US20100055433A1 (en) * 2008-08-29 2010-03-04 Asm Japan K.K. Atomic composition controlled ruthenium alloy film formed by plasma-enhanced atomic layer deposition
US20100221577A1 (en) * 2006-09-22 2010-09-02 Christian Dussarrat Method for the deposition of a ruthenium containing film
US20110020546A1 (en) * 2009-05-15 2011-01-27 Asm International N.V. Low Temperature ALD of Noble Metals
US20110027977A1 (en) * 2009-07-31 2011-02-03 Asm America, Inc. Deposition of ruthenium or ruthenium dioxide
US20110165780A1 (en) * 2008-05-30 2011-07-07 Sigma-Aldrich Co. Methods of forming ruthenium-containing films by atomic layer deposition
US8133555B2 (en) 2008-10-14 2012-03-13 Asm Japan K.K. Method for forming metal film by ALD using beta-diketone metal complex
US8273408B2 (en) 2007-10-17 2012-09-25 Asm Genitech Korea Ltd. Methods of depositing a ruthenium film
US8357614B2 (en) 2010-04-19 2013-01-22 L'air Liquide Societe Anonyme Pour L'etude Et L'exploitation Des Procedes Georges Claude Ruthenium-containing precursors for CVD and ALD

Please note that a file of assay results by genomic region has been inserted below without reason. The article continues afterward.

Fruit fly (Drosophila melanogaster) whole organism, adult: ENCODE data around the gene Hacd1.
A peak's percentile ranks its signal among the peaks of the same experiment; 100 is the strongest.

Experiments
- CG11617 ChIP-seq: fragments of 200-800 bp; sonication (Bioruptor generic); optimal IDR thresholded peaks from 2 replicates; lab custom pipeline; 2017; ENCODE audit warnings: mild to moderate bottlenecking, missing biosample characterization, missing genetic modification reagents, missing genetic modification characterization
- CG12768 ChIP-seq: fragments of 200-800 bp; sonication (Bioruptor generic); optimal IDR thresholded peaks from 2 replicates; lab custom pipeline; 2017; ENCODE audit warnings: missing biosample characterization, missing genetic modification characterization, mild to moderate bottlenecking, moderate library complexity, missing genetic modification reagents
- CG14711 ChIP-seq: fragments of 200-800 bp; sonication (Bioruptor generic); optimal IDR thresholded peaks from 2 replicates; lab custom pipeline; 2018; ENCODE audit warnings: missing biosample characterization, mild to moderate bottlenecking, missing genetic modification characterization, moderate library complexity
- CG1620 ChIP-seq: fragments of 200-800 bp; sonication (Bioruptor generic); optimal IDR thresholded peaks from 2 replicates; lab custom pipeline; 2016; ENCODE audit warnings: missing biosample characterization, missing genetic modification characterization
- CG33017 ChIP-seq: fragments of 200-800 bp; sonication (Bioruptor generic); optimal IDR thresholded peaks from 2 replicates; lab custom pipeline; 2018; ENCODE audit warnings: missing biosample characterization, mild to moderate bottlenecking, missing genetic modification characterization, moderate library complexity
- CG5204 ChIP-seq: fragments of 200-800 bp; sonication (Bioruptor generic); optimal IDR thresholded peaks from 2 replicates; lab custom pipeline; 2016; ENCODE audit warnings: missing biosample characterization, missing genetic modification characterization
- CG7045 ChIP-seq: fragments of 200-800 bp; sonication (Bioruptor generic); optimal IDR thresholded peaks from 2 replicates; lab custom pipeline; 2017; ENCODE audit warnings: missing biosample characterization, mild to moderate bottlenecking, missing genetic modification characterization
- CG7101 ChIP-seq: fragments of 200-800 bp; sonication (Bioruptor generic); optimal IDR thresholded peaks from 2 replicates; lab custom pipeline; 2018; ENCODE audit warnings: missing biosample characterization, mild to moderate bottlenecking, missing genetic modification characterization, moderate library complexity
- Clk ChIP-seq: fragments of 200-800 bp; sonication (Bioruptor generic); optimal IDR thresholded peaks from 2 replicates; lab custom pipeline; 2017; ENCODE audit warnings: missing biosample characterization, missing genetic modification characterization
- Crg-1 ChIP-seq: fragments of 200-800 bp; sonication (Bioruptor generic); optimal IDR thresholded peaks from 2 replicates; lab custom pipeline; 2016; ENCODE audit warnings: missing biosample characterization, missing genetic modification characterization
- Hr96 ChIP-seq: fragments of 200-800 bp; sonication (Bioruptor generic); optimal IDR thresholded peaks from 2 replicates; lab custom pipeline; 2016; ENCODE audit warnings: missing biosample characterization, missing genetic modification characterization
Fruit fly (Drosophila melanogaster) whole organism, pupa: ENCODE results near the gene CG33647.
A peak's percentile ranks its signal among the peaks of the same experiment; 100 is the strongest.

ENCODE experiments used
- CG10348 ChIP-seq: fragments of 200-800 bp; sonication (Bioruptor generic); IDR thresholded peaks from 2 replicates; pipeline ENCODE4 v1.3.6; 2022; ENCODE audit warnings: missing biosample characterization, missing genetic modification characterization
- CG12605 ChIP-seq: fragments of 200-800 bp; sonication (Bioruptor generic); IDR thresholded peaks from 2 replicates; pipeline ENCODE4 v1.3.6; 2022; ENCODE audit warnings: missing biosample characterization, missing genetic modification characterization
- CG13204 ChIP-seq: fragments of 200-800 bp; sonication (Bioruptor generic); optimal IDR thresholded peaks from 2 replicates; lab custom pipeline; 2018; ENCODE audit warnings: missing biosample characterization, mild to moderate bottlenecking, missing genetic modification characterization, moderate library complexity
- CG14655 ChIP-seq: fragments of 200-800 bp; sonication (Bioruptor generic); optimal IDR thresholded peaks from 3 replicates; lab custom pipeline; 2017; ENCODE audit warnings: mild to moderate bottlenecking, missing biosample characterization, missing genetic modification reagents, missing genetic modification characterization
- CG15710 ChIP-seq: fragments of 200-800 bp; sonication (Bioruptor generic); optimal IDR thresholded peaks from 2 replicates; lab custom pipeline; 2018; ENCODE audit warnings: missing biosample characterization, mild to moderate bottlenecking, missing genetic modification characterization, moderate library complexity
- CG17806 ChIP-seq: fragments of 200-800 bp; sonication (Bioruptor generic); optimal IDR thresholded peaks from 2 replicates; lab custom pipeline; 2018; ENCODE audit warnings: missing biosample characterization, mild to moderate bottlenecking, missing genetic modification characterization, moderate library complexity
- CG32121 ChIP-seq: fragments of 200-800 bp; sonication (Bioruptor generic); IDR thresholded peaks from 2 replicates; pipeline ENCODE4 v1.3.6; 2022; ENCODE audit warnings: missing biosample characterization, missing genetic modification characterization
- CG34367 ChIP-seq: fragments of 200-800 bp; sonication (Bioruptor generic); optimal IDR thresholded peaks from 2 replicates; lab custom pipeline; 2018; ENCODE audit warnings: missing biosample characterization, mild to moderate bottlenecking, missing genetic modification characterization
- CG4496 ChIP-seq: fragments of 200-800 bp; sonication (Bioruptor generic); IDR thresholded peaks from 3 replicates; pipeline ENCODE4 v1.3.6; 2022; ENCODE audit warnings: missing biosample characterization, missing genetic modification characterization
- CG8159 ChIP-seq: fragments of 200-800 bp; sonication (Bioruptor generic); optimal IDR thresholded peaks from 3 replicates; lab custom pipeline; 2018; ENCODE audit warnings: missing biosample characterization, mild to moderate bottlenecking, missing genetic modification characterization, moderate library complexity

US9129897B2 (en) 2008-12-19 2015-09-08 Asm International N.V. Metal silicide, metal germanide, methods for making the same
US9379011B2 (en) 2008-12-19 2016-06-28 Asm International N.V. Methods for depositing nickel films and for making nickel silicide and nickel germanide
US9607842B1 (en) 2015-10-02 2017-03-28 Asm Ip Holding B.V. Methods of forming metal silicides

Families Citing this family (23)

* Cited by examiner, † Cited by third party
Publication number Priority date Publication date Assignee Title
JP2002212112A (en) * 2001-01-22 2002-07-31 Tanaka Kikinzoku Kogyo Kk Ruthenium compound for chemical vapor deposition and method for chemical vapor deposition of ruthenium thin film and ruthenium compound thin film